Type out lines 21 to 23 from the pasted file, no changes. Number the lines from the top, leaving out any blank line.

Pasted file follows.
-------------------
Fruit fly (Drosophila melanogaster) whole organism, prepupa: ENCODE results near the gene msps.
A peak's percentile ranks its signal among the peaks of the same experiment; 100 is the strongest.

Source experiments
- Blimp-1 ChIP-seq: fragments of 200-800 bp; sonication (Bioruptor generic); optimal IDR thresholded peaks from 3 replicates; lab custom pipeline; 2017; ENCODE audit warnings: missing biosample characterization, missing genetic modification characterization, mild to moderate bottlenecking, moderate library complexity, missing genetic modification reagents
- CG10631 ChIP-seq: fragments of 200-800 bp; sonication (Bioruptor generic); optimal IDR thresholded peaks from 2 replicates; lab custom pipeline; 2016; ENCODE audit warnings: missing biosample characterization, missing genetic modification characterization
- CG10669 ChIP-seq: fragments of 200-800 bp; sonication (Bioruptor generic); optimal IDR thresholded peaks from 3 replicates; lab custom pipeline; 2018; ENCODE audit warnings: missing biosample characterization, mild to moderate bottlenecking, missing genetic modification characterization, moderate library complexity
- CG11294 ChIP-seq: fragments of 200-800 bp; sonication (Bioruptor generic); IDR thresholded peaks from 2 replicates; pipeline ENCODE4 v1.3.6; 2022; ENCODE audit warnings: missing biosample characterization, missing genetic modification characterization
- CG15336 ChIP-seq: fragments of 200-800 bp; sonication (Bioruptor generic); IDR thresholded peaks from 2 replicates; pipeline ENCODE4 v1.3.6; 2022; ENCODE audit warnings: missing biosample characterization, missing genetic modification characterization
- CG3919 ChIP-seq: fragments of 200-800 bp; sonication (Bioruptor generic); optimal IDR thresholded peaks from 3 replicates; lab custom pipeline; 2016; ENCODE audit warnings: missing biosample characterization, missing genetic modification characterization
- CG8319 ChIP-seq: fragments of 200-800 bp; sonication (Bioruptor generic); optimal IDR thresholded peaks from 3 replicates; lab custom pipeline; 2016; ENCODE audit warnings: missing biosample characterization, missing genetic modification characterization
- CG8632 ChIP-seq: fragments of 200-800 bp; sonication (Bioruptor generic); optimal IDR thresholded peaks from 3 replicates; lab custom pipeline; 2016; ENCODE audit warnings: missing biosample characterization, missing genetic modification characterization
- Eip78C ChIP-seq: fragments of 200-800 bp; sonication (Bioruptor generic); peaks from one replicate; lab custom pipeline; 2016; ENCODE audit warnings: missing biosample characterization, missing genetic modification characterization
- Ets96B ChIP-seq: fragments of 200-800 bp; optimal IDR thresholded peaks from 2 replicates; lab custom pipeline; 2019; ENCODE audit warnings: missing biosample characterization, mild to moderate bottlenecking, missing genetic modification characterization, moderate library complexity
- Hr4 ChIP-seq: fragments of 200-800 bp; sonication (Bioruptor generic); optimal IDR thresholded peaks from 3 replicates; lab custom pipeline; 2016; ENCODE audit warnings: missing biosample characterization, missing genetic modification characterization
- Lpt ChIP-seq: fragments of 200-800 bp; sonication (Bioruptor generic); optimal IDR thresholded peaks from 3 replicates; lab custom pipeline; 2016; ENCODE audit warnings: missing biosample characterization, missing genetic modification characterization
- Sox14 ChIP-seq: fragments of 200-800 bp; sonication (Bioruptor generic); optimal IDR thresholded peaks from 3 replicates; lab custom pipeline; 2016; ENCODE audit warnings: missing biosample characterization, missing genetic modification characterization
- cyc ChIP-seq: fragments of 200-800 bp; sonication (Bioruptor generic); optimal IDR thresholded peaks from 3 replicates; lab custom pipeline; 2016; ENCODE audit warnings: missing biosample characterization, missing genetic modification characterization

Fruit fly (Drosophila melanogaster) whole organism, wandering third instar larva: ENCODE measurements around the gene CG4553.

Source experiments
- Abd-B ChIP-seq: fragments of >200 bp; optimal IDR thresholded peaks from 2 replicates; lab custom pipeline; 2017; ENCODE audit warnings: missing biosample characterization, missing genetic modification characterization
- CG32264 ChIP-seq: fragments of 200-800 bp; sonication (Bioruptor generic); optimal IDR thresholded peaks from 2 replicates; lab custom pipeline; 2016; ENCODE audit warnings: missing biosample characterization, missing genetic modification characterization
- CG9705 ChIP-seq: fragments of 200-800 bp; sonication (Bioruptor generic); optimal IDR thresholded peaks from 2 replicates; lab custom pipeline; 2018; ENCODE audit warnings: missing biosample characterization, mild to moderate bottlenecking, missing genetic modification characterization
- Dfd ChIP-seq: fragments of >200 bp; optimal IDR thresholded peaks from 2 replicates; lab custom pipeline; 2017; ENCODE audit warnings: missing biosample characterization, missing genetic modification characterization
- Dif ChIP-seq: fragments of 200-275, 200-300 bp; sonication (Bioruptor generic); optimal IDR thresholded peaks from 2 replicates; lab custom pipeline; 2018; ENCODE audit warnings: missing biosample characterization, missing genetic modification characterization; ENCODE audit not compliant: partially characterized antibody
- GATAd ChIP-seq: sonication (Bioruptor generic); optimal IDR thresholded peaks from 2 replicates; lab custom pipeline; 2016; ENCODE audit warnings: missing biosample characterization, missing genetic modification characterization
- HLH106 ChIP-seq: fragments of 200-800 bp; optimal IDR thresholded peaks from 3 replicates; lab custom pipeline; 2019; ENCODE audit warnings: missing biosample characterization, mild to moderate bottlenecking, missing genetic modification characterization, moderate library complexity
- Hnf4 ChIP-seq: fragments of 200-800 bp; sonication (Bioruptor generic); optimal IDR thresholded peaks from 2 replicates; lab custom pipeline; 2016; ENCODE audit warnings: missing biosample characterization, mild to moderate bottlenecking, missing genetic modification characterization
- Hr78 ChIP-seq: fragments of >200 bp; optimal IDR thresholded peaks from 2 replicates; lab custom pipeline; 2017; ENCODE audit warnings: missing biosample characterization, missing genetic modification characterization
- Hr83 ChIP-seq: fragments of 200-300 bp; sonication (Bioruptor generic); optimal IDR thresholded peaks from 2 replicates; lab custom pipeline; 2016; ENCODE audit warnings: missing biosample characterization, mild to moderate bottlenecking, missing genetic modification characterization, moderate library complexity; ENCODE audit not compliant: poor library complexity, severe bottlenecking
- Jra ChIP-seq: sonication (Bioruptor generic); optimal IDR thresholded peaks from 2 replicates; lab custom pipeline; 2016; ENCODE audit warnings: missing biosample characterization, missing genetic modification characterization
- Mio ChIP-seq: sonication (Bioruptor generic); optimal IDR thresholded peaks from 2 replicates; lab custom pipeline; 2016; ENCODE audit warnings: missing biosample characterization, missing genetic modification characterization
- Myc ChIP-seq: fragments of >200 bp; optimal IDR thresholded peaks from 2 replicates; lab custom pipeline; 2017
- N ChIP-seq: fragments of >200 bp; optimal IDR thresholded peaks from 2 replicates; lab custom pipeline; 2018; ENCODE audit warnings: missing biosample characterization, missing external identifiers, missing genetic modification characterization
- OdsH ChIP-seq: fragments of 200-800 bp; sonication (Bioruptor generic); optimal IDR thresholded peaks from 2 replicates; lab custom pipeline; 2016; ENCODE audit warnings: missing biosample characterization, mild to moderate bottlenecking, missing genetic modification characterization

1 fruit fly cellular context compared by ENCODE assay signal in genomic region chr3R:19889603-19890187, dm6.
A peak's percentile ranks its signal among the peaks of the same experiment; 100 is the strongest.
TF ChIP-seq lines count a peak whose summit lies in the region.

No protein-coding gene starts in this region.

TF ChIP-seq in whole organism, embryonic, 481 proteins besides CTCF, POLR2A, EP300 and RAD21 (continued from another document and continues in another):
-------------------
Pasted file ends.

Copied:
- CG32264 ChIP-seq: fragments of 200-800 bp; sonication (Bioruptor generic); optimal IDR thresholded peaks from 2 replicates; lab custom pipeline; 2016; ENCODE audit warnings: missing biosample characterization, missing genetic modification characterization
- CG9705 ChIP-seq: fragments of 200-800 bp; sonication (Bioruptor generic); optimal IDR thresholded peaks from 2 replicates; lab custom pipeline; 2018; ENCODE audit warnings: missing biosample characterization, mild to moderate bottlenecking, missing genetic modification characterization
- Dfd ChIP-seq: fragments of >200 bp; optimal IDR thresholded peaks from 2 replicates; lab custom pipeline; 2017; ENCODE audit warnings: missing biosample characterization, missing genetic modification characterization